Wednesday, December 17, 2014

a quarter-century of "The Simpsons"

The Simpsons debuted as a primetime series on Fox 25 years ago today. Back in 2000 I posted the following comment on a website called Jump the Shark. At least I think that was its name; I'm not sure it exists anymore, at least not in its turn-of-the-21st-century format. 

I originally wrote my very long comment in a Word document on my computer. Recently I discovered the file among a bunch of other old files and decided to regurgitate it because, as John Cusack's protagonist says in the film version of Nick Hornby's High Fidelity (which came out in 2000), "I agreed that what really matters is what you like, not what you are like." Until you reach your late 30s and that's no longer necessarily the case, which is why a two-decades-removed sequel to High Fidelity, whether on the page or on the big screen, would be welcome. In the meantime, just like time, The Simpsons keeps moving forward.

Here's what I wrote about the show 14 years ago:

Overall I'd have to say that The Simpsons still hasn't jumped the shark. I don't think it's as amazing as it used to be, but it still makes me laugh. It had five-and-a-half seasons of near-perfect episodes from the beginning of the 1990-1991 season to the middle of the 1995-1996 season, and it was a little depressing to see the show come down from that high, but the slide was inevitable. You can't sustain intelligent, multilayered, laugh-out-loud brilliance like that forever, and I was wonderfully surprised to see the writers and producers keep the momentum going for as long as they did.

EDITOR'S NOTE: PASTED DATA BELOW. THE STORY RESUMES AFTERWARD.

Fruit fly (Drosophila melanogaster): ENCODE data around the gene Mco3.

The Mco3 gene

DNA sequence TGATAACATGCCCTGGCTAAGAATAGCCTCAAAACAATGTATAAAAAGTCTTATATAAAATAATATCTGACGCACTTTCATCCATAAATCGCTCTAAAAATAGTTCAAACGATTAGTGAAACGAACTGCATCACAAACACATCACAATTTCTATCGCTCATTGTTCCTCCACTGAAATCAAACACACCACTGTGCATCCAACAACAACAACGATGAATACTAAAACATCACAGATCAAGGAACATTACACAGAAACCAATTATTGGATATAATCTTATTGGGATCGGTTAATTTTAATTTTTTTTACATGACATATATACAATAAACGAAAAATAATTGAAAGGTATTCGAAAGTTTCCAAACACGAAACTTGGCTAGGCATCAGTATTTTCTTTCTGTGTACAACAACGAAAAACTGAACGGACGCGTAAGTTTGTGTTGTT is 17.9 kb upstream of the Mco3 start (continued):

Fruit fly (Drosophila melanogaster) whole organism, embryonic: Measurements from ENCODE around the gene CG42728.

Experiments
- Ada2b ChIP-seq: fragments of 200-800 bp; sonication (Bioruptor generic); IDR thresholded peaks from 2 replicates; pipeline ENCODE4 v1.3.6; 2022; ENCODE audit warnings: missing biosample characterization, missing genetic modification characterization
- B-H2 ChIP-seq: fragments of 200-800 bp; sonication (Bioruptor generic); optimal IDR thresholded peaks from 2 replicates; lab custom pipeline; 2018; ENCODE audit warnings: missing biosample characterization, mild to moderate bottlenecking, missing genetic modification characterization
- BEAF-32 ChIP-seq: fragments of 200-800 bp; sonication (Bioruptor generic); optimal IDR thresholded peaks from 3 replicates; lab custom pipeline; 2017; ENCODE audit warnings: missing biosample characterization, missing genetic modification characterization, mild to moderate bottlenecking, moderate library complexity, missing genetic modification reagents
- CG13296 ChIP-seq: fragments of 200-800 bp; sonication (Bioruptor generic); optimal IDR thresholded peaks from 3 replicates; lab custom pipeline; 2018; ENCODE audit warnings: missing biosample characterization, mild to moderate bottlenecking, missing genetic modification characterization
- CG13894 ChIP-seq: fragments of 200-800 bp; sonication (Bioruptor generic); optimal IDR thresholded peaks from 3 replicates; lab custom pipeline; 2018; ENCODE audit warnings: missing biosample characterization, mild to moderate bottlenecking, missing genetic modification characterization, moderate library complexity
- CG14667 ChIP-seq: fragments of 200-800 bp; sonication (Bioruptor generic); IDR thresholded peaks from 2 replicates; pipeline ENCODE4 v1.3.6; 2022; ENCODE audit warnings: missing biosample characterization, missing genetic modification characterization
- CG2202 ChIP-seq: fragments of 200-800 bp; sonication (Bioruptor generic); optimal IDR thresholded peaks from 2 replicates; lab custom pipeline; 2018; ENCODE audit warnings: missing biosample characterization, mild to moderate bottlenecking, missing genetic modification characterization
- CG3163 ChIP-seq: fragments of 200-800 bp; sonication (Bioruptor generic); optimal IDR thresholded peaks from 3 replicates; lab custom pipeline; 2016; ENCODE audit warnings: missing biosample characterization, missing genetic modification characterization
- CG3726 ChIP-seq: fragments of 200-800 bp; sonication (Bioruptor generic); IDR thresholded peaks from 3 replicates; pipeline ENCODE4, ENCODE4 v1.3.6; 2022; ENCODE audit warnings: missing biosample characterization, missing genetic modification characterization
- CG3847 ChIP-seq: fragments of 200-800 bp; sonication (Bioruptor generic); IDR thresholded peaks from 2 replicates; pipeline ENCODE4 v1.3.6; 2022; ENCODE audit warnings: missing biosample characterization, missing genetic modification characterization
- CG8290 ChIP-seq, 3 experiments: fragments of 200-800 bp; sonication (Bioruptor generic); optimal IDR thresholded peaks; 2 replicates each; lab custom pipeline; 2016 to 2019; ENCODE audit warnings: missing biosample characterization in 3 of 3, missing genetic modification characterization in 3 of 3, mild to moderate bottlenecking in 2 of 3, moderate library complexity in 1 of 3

For me, the show started to slip in February '96 with "Scenes from the Class Struggle in Springfield." (Did anyone else notice that the font style of the opening writer-producer credits changed slightly in this episode and has remained different ever since? The letters are a little wider and taller than they were before.) This was around the time when Bill Oakley and Josh Weinstein took over from David Mirkin as executive producers. There's no reason to blame them specifically since the show is such a huge collaborative effort, but it was during their reign that the show became strangely mediocre. It was also around this time that episodes started referencing earlier (and therefore better) episodes, as if to say, "Hey, remember that episode from 1994 where Homer went into space? Yeah, that was a funny one. In fact, keep thinking about that episode while we insert this scene of two characters beating each other up for no apparent reason."